Much of the Muskogee business community is furious with Gov. Fallin, today. She vetoed the bill which Rep. George Faught and others from the area had succeeded in getting through the legislature and onto her desk. The bill would have kept the state from redesigning Hwy 69 around the west side of Muskogee. The new plan was designed to deal with the massive and decades-long traffic congestion along Hwy 69 as it passes through Muskogee's city streets.
The West Overpass will start a few miles southwest of Muskogee and take the highway traffic straight north through relatively undeveloped fields and forests. It will rejoin the existing route at the Arkansas River and just before the Turnpike junction.
It will likely lead to new growth as the city completes an interstate-class ring completely around the area. West Fern Mountain should become an upscale new residential area (if there is an exit there).
The existing commercial district of 32nd street is understandably upset. The govt. is making winners & losers. Some of this is unavoidable when you try to make Hwy 69 a more viable national option for transportation, and the streets safer for the local community.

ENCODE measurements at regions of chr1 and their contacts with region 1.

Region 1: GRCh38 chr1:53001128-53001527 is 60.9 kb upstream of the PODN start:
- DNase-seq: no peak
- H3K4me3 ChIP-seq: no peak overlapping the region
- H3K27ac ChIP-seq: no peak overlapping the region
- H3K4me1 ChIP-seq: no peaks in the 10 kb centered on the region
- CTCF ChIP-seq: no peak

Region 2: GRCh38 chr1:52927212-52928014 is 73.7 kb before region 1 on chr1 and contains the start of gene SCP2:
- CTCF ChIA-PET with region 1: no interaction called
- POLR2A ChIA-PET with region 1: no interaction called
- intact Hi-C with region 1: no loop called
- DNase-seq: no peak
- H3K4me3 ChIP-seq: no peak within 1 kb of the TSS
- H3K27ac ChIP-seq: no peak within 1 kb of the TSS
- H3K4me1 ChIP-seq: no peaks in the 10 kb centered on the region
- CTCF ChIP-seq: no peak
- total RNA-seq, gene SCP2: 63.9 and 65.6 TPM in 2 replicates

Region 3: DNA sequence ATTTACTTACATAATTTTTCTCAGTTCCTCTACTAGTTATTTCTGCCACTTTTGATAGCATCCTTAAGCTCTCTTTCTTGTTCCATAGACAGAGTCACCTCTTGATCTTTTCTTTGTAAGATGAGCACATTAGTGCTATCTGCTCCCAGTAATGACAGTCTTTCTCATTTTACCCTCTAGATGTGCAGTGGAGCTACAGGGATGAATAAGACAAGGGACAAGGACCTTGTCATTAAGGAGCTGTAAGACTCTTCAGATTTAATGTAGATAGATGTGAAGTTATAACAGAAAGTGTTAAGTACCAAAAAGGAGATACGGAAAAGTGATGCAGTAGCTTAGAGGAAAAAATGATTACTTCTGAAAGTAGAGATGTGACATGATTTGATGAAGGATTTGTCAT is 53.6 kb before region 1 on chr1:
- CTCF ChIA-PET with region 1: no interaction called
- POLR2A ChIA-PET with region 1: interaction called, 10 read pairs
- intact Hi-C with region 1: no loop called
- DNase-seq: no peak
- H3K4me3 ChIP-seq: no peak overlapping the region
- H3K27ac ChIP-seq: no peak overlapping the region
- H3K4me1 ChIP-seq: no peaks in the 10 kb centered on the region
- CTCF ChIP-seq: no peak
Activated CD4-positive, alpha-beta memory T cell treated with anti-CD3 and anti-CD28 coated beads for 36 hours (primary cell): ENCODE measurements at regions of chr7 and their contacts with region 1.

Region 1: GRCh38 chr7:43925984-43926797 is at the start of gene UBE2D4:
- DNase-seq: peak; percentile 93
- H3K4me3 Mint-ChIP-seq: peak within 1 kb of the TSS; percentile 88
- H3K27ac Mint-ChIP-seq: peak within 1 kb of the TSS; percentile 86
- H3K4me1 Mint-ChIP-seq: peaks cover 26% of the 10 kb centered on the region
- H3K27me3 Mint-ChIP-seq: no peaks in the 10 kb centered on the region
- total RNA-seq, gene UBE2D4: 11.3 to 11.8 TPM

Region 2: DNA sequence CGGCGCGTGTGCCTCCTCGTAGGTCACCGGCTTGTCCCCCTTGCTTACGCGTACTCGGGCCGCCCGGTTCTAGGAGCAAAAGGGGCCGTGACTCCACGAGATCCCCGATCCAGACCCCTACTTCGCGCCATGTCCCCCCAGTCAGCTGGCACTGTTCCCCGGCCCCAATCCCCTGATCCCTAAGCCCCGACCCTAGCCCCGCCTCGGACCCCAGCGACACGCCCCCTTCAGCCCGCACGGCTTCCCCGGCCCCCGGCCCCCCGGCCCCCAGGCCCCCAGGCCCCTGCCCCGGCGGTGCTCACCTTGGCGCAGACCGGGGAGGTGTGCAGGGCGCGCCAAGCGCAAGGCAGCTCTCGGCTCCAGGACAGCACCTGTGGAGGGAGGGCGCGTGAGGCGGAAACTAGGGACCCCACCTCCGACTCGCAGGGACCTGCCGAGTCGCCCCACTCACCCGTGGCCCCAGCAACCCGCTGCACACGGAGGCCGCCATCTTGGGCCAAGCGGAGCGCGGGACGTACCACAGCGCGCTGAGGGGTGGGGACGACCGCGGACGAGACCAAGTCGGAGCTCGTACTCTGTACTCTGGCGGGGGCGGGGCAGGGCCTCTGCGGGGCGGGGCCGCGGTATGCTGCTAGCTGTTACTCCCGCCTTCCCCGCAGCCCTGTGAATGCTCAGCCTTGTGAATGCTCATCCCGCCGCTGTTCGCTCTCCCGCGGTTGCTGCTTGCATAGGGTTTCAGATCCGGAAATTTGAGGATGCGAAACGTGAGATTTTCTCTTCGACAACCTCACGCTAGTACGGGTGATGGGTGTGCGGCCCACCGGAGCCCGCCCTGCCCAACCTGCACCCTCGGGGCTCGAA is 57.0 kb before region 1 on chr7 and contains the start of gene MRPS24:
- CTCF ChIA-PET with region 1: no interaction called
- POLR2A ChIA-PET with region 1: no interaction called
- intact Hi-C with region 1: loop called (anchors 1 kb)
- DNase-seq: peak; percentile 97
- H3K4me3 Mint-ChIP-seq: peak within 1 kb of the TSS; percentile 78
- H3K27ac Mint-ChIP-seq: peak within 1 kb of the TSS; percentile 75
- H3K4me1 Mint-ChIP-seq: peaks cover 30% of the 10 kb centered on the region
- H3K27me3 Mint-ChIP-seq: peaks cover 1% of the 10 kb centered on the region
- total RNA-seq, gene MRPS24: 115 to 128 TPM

If Gary Richardson's campaign issue is also successful and the state Turnpikes become open roads, the whole Muskogee metro area could have a massive boom of growth from these changes.
But the existing commercial businesses do have a real economic matter which cannot be ignored. Progress means change and change means pain for some.
Some are saying that the state should build an interstate-class highway on the existing footprint. There are 3 ways to do that.
1.The Tulsa model of Hwy 51.
shut off 90% of the cross streets and fence the highway. There will still be a bunch of miles of bulldozed blocks, because the right-of-way will be 3 times as wide.
2. The Louisville Model.
Build above the surface, with a perpetual overpass bridge. It's quite costly and most of us would shudder at the tax burden.
Louisville, KY (I-65) & Wichita, KS did this.
3. The Minneapolis Model.
Dig under the surface and have the express traffic use the tunnel.
it's how Minneapolis completed I-94 through the heart of the big city. It took nearly 20 years to complete and cost a massive amount.